Adhesion-regulated junction slippage controls cell intercalation dynamics in an Apposed-Cortex Adhesion Model.
Cell intercalation is a key cell behaviour of morphogenesis and wound healing, where local cell neighbour exchanges can cause dramatic tissue deformations such as body axis extension. Substantial experimental work has identified the key molecular players facilitating intercalation, but there remains a lack of consensus and understanding of their physical roles. Existing biophysical models that represent cell-cell contacts with single edges cannot study cell neighbour exchange as a continuous process, where neighbouring cell cortices must uncouple. Here, we develop an Apposed-Cortex Adhesion Model (ACAM) to understand active cell intercalation behaviours in the context of a 2D epithelial tissue. The junctional actomyosin cortex of every cell is modelled as a continuous viscoelastic rope-loop, explicitly representing cortices facing each other at bicellular junctions and the adhesion molecules that couple them. The model parameters relate directly to the properties of the key subcellular players that drive dynamics, providing a multi-scale understanding of cell behaviours. We show that active cell neighbour exchanges can be driven by purely junctional mechanisms. Active contractility and cortical turnover in a single bicellular junction are sufficient to shrink and remove a junction. Next, a new, orthogonal junction extends passively. The ACAM reveals how the turnover of adhesion molecules regulates tension transmission and junction deformation rates by controlling slippage between apposed cell cortices. The model additionally predicts that rosettes, which form when a vertex becomes common to many cells, are more likely to occur in actively intercalating tissues with strong friction from adhesion molecules.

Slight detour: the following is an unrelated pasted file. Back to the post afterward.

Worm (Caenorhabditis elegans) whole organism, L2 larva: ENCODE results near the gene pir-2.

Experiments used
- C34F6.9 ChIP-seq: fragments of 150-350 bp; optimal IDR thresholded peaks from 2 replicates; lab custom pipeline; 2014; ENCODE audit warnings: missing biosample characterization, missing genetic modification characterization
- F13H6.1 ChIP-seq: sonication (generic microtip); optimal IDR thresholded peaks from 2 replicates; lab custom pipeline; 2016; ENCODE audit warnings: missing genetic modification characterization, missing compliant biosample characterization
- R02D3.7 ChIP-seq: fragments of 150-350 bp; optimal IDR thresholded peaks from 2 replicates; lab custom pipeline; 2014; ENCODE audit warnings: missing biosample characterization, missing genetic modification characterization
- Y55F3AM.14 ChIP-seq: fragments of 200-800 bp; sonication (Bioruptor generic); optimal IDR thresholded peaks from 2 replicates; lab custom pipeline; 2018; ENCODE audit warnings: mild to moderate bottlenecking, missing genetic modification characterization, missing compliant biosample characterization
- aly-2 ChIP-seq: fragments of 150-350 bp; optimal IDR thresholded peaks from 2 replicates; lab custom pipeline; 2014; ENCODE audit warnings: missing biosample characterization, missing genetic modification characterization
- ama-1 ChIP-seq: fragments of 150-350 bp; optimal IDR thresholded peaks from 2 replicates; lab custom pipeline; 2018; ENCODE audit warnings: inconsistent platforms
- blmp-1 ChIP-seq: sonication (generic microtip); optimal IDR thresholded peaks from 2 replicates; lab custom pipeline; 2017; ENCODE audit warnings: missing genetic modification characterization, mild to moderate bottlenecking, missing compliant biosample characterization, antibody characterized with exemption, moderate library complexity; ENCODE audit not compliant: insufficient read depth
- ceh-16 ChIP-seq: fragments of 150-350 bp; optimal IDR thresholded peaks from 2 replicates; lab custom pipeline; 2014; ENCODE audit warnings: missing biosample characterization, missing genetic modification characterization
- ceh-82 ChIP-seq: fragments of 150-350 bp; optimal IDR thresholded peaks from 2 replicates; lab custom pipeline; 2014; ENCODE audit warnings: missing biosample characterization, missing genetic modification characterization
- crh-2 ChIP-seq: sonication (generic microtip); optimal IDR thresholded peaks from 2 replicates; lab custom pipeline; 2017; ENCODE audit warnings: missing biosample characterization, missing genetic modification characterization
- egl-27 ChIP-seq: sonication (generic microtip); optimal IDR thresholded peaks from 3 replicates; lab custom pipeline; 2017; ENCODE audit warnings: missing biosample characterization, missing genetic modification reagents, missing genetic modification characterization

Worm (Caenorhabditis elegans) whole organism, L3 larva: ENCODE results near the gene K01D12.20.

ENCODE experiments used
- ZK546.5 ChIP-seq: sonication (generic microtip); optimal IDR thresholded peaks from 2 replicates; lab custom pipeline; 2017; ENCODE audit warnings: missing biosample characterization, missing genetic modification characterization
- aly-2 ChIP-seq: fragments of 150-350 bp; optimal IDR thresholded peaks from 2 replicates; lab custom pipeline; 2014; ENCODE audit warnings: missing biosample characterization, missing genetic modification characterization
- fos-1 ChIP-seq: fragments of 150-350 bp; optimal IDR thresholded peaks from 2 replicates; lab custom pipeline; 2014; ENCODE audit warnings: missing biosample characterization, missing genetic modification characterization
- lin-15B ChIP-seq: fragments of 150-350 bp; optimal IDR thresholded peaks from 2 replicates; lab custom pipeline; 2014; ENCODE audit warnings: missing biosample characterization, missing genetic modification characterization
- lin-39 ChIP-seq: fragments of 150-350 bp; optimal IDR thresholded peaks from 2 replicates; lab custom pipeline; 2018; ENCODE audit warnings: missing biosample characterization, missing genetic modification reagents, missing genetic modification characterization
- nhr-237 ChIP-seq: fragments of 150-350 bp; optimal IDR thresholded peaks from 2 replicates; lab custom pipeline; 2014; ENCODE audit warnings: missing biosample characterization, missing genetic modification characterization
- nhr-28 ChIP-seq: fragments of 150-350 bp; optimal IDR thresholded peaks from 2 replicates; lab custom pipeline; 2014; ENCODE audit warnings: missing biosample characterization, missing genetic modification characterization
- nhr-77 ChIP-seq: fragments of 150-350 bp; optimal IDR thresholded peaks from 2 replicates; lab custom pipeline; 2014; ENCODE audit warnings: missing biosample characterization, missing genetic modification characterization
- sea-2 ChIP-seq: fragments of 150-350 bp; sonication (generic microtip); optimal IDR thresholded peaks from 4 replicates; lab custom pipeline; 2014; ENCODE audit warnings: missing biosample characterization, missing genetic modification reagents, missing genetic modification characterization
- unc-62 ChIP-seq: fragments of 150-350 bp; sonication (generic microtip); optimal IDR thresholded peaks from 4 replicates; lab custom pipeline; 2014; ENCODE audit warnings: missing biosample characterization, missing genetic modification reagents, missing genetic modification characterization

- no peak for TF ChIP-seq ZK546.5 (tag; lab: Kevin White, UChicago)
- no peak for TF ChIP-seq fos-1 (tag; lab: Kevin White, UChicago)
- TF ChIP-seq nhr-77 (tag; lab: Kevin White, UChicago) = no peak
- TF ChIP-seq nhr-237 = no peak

Funder: University of Cambridge Herchel Smith Fund
Biotechnology and Biological Sciences Research Council (BB/R000395/1)
Wellcome Trust (207553/Z/17/Z)